Is the ocean broken?

Discussion in 'All Things Boats & Boating' started by daiquiri, Oct 24, 2013.

  1. hoytedow
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    hoytedow Fly on the Wall - Miss ddt yet?

    You and Dictator Potato Soup Brain.
    "Papers! Where are your papers?!"
    <scoff>
     
  2. Yobarnacle
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    Yobarnacle Senior Member holding true course

    We're keeping tabs on your bunch's spending. Some Tuesday, the accumulated debt will be presented and due, Wimpy.
     
  3. Will Gilmore
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    Will Gilmore Senior Member

    That seems to be the case more often than not. Always a good idea to believe it hasn't ALL been accounted for.

    -Will
     
  4. ImaginaryNumber
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    ImaginaryNumber Imaginary Member

    Tuesday works for me :)

    It's virtually impossible for everything to be accounted for. The big question is whether we have enough information to reliably guide us now?
     
  5. ImaginaryNumber
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    ImaginaryNumber Imaginary Member

    The Arctic is greening, but not enough to help climate change
    • While the Arctic is growing greener with climate change, scientists warn that it is not greening fast enough to absorb very much carbon dioxide
    • Much of the carbon isn't actually staying stored in the plants because of increased fires due to warming climate and timber harvests at boreal latitudes
    • What we estimate is that 430 million metric tons of biomass has accumulated over the last 31 years -- but across this domain it would've been nearly double if it weren't for these fires and harvests that are keeping it down"
    The study was published in Nature Climate Change
     
  6. ImaginaryNumber
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    ImaginaryNumber Imaginary Member

    CSU researchers predicting above-average 2021 Atlantic hurricane season
    The CSU Tropical Meteorology Project team is predicting 17 named storms during the Atlantic hurricane season, which runs from June 1 to Nov. 30. Of those, researchers expect eight to become hurricanes and four to reach major hurricane strength (Saffir/Simpson category 3-4-5) with sustained winds of 111 miles per hour or greater.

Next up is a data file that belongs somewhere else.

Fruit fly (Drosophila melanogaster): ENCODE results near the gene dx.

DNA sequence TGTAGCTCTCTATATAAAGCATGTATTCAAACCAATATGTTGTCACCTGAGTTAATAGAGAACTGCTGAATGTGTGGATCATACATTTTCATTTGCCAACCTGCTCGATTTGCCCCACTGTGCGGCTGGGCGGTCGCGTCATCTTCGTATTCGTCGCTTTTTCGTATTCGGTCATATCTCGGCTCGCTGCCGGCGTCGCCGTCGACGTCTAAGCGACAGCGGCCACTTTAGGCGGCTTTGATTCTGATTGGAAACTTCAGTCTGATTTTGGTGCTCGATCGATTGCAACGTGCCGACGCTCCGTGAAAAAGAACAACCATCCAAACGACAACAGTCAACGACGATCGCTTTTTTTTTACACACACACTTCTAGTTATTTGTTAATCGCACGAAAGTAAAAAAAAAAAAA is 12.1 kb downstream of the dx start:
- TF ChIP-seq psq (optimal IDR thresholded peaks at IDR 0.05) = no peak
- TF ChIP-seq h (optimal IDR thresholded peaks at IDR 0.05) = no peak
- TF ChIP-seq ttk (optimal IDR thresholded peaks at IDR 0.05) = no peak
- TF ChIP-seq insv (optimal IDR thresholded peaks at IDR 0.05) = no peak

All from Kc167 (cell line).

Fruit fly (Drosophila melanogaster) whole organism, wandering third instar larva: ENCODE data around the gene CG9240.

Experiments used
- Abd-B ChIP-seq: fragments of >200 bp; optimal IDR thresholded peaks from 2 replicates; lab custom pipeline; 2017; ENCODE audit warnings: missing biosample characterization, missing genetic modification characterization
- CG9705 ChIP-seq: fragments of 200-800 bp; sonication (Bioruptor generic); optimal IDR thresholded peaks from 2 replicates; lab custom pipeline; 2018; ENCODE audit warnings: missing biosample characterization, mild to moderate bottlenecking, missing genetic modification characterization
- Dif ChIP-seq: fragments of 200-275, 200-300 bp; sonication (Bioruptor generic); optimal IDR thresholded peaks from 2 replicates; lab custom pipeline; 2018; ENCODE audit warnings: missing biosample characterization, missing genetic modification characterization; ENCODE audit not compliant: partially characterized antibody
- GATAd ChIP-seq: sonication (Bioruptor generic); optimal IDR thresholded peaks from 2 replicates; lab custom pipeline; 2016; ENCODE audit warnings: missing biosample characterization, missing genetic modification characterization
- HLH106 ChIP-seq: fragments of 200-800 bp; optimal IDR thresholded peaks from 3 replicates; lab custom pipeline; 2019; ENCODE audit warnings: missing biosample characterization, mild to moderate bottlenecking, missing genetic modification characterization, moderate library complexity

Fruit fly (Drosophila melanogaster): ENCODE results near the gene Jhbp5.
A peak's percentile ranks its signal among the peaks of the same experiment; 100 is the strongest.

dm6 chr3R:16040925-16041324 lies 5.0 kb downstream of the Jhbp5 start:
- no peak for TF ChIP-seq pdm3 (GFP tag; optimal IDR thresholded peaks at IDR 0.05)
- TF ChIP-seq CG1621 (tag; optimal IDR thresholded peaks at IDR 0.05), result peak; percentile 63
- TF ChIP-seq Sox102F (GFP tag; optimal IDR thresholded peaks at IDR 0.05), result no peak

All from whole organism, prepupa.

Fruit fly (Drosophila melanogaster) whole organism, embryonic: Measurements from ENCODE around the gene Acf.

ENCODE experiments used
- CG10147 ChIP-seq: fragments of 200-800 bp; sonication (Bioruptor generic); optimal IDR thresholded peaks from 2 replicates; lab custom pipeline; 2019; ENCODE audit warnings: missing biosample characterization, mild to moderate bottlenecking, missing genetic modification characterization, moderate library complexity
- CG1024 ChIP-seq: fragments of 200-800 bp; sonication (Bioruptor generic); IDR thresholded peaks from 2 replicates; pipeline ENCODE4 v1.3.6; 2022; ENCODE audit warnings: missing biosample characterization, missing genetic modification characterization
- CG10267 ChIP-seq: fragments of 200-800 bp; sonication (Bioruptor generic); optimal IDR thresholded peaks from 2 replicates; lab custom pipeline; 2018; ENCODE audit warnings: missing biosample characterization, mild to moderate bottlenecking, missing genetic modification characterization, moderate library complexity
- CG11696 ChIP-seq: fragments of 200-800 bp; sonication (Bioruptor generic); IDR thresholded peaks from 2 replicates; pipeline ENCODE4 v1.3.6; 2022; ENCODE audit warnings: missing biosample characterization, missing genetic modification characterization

The tropical Pacific currently has weak La Niña conditions, that is, water temperatures are somewhat cooler than normal in the eastern and central tropical Pacific. While these waters may warm slightly during the next few months, CSU does not currently anticipate El Niño for the peak of the Atlantic hurricane season. El Niño tends to increase upper-level westerly winds across the Caribbean into the tropical Atlantic, tearing apart hurricanes as they try to form.

    While the tropical Atlantic currently has water temperatures near their long-term averages, the warmer-than-normal subtropical Atlantic typically forces a weaker subtropical high and associated weaker winds blowing across the tropical Atlantic. These conditions then lead to warmer waters in the tropical Atlantic for the peak of the Atlantic hurricane season.

    The team predicts that 2021 hurricane activity will be about 140 percent of the average season. By comparison, 2020’s hurricane activity was about 170 percent of the average season.

    Probability of major hurricanes making landfall:
    • 69% for the entire U.S. coastline (average for the last century is 52%)
    • 45% for the U.S. East Coast including the Florida peninsula (average for the last century is 31%)
    • 44% for the Gulf Coast from the Florida panhandle westward to Brownsville (average for the last century is 30%)
    • 58% for the Caribbean (average for the last century is 42%)
     
  7. ImaginaryNumber
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    ImaginaryNumber Imaginary Member

    A small green rock's warning about our future

    [​IMG]